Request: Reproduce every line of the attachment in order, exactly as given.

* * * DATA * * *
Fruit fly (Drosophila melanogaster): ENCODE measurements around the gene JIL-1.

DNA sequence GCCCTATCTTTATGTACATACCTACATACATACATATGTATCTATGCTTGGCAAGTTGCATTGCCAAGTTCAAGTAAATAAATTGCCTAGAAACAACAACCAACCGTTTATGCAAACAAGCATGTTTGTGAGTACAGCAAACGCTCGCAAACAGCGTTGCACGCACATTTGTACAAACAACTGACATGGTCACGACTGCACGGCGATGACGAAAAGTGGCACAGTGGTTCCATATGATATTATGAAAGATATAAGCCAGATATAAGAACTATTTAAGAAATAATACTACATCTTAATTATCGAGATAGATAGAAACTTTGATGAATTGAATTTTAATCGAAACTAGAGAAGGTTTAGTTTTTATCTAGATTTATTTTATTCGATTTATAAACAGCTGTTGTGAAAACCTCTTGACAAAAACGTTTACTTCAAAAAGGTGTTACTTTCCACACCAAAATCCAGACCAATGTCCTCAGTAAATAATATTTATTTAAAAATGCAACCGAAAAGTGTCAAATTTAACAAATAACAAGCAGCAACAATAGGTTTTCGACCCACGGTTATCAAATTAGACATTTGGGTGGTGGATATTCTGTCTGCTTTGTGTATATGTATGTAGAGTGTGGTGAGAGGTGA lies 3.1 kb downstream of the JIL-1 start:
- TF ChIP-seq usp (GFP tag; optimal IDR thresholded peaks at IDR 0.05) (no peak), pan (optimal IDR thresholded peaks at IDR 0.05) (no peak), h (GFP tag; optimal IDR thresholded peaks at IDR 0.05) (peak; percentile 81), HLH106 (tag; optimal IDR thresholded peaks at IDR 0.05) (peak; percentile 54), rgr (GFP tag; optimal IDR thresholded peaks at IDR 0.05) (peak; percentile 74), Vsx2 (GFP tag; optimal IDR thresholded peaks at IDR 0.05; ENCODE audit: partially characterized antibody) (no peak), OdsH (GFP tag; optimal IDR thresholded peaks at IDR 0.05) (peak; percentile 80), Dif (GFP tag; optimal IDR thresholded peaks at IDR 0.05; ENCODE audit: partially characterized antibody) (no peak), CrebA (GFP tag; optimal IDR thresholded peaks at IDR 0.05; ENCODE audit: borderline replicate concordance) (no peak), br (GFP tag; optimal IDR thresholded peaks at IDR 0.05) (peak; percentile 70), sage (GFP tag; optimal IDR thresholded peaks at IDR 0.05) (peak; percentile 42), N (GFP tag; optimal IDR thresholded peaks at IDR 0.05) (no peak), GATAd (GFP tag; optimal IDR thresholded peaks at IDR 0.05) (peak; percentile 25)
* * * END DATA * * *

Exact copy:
Fruit fly (Drosophila melanogaster): ENCODE measurements around the gene JIL-1.

DNA sequence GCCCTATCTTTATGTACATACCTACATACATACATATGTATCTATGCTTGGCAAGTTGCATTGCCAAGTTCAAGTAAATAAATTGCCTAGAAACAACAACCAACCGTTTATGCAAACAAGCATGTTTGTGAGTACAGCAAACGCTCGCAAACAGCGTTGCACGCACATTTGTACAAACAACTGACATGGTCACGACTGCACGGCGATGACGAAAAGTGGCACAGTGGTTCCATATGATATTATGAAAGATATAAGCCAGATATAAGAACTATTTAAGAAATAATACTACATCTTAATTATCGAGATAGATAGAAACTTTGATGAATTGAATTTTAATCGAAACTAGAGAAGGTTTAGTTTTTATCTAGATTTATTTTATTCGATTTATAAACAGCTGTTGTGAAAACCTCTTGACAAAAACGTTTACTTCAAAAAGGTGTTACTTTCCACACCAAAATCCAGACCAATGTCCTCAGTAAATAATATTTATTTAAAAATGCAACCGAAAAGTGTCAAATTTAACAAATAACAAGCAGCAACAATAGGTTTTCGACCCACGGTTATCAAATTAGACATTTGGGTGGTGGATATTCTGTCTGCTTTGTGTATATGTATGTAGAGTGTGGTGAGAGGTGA lies 3.1 kb downstream of the JIL-1 start:
- TF ChIP-seq usp (GFP tag; optimal IDR thresholded peaks at IDR 0.05) (no peak), pan (optimal IDR thresholded peaks at IDR 0.05) (no peak), h (GFP tag; optimal IDR thresholded peaks at IDR 0.05) (peak; percentile 81), HLH106 (tag; optimal IDR thresholded peaks at IDR 0.05) (peak; percentile 54), rgr (GFP tag; optimal IDR thresholded peaks at IDR 0.05) (peak; percentile 74), Vsx2 (GFP tag; optimal IDR thresholded peaks at IDR 0.05; ENCODE audit: partially characterized antibody) (no peak), OdsH (GFP tag; optimal IDR thresholded peaks at IDR 0.05) (peak; percentile 80), Dif (GFP tag; optimal IDR thresholded peaks at IDR 0.05; ENCODE audit: partially characterized antibody) (no peak), CrebA (GFP tag; optimal IDR thresholded peaks at IDR 0.05; ENCODE audit: borderline replicate concordance) (no peak), br (GFP tag; optimal IDR thresholded peaks at IDR 0.05) (peak; percentile 70), sage (GFP tag; optimal IDR thresholded peaks at IDR 0.05) (peak; percentile 42), N (GFP tag; optimal IDR thresholded peaks at IDR 0.05) (no peak), GATAd (GFP tag; optimal IDR thresholded peaks at IDR 0.05) (peak; percentile 25)